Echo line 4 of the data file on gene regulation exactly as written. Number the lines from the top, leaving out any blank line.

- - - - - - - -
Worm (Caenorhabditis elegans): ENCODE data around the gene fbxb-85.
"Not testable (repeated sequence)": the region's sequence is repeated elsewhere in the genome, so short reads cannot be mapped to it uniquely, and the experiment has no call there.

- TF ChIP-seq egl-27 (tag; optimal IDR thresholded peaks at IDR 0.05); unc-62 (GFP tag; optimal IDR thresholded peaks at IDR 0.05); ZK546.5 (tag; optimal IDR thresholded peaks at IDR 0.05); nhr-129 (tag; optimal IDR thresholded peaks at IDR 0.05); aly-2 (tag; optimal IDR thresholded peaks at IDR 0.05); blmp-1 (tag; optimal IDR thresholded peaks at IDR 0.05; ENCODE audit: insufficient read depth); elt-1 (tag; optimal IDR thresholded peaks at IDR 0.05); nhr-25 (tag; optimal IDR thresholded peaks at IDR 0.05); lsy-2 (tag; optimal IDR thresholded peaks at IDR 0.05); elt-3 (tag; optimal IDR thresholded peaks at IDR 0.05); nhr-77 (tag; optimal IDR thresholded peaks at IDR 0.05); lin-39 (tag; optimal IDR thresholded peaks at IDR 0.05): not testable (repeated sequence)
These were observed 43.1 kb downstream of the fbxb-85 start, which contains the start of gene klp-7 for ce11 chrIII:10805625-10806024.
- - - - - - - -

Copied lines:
These were observed 43.1 kb downstream of the fbxb-85 start, which contains the start of gene klp-7 for ce11 chrIII:10805625-10806024.